In the second of our blogs from the Summer Institute, Mehmet Emin, Finance Officer at Frontline, recalls his experiences of visiting and taking part in the teaching. Read Mary’s blog from Week 1 here.
Last week I went up with the rest of my team to the Summer Institute to take part in some of the teaching. The plan was to spend one day with the participants, attending lectures and seminar groups.
After an early start, we arrived in Coventry and joined the practice tutors for their morning briefing. Jason Maldonado-Page, a Family and Systemic Psychotherapist and Clinical Social Worker, was leading the day’s teaching on families and genograms. The schedule was a morning lecture, followed by a day of seminars, in which participants would map out a genogram of their own family in small groups.
Listening to the teaching team discuss how best to go through the material and support their seminar groups, I was struck by how much attention they paid to the use of language and the importance of seeking permission to explore such a personal and sensitive topic. Jason explored how and why the participants might find the subject difficult and encouraged the team to pay attention to the needs of their group, rather than sticking to a rigid plan. He had built flexibility into the schedule, to let each seminar go at its own place.
From there, we headed into Jason’s lecture. Walking into the lecture was quite a sight. I remember a few months into my time at Frontline going to the Summer Institute at Sunningdale Park and seeing a room of participants sat round a few tables; now they fill an entire lecture hall.
Jason brought a lot of his own experience to the lecture, bringing the theory alive with stories and personal anecdotes. He gave us time to reflect on his teaching, even calling himself out at one point when he realised he was starting to run through the material a little too quickly.
After a short break, we returned to the hall and Jason demonstrated the process of creating a genogram with Practice Tutor, Mandy Hope. Given the intensely personal nature of exposing your family history and relationships, we didn’t want to intrude on the participants, so when they broke off into their seminar groups, my team and I went off to work on our own genograms separately.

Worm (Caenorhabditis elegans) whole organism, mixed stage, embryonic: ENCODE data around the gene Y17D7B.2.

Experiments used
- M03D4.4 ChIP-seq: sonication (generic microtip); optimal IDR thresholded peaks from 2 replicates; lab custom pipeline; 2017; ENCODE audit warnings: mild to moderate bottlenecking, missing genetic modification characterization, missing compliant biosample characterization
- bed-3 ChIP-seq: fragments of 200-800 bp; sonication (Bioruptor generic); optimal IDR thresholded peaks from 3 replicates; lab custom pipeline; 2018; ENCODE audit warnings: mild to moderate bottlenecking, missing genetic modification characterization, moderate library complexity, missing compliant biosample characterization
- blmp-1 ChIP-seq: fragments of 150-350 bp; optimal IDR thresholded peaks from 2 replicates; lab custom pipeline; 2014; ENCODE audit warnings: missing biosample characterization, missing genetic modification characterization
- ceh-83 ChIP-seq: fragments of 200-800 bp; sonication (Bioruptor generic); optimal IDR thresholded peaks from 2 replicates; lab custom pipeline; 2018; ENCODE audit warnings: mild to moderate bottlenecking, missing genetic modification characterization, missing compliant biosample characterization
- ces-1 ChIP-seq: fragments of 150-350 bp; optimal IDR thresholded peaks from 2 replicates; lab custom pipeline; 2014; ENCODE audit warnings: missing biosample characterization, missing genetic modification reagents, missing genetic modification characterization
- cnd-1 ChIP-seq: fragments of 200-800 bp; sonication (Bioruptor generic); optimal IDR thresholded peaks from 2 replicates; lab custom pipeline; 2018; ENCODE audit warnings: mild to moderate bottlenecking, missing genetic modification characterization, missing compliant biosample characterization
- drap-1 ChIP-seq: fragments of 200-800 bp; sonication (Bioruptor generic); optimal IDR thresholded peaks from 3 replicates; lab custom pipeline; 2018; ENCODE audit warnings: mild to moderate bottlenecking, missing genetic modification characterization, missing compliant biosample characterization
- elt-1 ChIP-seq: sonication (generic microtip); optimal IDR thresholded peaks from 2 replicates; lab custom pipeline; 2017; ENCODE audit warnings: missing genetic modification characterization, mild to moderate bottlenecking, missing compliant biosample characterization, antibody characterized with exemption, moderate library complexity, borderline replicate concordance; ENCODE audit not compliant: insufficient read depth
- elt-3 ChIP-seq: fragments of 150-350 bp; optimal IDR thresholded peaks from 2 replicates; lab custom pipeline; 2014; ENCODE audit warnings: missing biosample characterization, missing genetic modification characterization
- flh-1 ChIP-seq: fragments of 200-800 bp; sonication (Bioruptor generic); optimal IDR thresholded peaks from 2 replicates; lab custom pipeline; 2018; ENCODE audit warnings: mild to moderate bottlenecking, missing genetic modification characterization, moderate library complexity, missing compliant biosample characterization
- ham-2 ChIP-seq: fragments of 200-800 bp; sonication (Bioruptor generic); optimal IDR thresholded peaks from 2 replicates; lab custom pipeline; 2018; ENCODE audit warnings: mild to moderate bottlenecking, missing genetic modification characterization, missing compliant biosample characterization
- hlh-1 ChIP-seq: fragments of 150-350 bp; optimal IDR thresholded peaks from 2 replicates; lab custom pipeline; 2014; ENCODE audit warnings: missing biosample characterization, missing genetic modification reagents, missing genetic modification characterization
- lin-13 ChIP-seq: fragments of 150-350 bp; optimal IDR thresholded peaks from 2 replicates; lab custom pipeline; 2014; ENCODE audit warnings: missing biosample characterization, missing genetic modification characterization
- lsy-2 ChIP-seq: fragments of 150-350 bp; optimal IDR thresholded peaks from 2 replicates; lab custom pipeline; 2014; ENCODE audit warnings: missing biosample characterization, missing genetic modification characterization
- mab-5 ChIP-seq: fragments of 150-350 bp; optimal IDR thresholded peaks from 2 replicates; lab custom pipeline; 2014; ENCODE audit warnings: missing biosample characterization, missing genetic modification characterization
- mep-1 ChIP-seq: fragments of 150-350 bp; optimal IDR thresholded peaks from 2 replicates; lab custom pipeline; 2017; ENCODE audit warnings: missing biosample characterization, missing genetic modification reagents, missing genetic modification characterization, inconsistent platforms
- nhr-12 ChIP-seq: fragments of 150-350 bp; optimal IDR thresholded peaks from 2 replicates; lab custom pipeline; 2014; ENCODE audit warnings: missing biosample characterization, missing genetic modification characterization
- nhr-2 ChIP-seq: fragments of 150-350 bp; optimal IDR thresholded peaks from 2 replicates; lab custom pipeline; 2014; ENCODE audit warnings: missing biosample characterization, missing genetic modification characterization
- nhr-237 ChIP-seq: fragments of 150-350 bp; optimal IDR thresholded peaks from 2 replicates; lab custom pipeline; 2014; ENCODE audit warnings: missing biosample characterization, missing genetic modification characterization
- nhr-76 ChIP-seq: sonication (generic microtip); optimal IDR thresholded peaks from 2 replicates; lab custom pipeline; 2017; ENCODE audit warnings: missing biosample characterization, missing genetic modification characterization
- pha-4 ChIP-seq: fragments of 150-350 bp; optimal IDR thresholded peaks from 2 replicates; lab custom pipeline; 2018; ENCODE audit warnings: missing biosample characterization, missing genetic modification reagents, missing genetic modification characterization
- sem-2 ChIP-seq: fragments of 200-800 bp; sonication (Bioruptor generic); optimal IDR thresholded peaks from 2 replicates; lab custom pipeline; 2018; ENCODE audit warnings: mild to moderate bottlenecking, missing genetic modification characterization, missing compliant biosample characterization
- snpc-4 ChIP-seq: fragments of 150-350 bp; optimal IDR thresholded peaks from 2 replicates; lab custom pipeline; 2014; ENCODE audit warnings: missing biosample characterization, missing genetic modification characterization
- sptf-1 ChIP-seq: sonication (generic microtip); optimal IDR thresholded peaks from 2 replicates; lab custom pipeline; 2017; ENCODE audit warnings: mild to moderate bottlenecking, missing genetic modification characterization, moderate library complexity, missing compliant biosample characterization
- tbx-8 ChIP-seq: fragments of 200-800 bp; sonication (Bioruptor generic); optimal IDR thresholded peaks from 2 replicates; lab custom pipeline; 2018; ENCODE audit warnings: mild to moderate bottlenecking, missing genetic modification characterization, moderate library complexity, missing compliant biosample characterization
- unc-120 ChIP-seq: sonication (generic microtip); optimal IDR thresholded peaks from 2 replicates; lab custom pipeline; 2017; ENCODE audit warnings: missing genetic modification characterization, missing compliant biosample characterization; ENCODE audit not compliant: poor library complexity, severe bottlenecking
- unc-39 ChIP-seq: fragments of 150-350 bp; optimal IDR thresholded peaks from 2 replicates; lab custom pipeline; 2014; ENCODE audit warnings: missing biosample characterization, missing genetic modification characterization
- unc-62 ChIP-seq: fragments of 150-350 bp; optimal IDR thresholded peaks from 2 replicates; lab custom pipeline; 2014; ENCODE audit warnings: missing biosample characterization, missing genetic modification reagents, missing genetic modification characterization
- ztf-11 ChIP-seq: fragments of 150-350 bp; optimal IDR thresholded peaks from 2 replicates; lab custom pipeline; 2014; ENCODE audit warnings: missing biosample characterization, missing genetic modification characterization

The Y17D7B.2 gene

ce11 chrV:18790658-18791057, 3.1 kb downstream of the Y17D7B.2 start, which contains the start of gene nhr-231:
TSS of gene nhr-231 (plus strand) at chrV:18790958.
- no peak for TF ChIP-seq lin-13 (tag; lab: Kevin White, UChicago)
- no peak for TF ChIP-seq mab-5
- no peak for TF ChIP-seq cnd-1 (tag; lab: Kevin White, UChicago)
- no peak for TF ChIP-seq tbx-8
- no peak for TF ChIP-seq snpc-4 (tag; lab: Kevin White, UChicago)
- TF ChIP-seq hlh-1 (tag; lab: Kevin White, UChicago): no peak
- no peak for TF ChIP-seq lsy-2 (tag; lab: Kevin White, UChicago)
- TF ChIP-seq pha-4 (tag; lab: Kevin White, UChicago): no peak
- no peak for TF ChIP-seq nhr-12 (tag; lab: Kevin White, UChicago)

Working in pairs, we took turns interviewing each other, drawing on Jason’s advice to ask permission and make the genogram a collaborative process. Doing the task, I not only learnt about my colleague’s family, I also found myself thinking about my own family and our relationships. It opened up some things I had never really considered and assumptions I had made.
As a member of the Finance team, somewhat removed from the delivery of our programmes, the day gave me a real insight into the participant experience. I now feel more connected with the participants and the Frontline programme. Spending a full day there and getting not just to sit in a lecture but also to take part in some of the exercises that participants do brought the Summer Institute to life in a sense. I’ve been to each one in my time here, but previously I’ve felt more an observer, whereas this time our visit was much more participatory.
I also feel that I have taken away things that I can apply in my own life. In particular, to be a lot more explicit about giving and seeking permission and also to state when I am making an assumption. Hearing Jason explaining the day’s teaching to the practice tutors made me think a lot about how important it can be to give people permission to do things and making them aware of the options open to them.